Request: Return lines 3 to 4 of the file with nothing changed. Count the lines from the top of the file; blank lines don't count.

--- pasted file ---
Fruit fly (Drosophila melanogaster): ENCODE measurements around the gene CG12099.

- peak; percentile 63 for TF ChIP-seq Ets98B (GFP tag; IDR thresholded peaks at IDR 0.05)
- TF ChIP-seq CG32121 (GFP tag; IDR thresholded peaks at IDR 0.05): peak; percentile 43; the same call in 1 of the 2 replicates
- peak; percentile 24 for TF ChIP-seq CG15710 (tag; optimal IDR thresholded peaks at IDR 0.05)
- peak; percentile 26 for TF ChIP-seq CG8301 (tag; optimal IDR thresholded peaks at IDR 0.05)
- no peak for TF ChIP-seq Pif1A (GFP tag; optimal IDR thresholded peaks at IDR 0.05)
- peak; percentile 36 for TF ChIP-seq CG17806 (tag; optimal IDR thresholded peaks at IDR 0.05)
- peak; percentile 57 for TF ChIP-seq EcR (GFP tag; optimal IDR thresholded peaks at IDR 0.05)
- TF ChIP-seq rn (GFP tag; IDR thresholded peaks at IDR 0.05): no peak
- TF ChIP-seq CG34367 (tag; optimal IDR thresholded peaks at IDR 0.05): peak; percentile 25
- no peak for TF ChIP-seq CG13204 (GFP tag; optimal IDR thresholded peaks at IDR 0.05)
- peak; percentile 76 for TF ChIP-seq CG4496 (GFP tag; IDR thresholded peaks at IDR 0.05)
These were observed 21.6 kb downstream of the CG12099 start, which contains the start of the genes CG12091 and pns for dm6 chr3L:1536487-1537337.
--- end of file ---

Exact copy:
- TF ChIP-seq CG32121 (GFP tag; IDR thresholded peaks at IDR 0.05): peak; percentile 43; the same call in 1 of the 2 replicates
- peak; percentile 24 for TF ChIP-seq CG15710 (tag; optimal IDR thresholded peaks at IDR 0.05)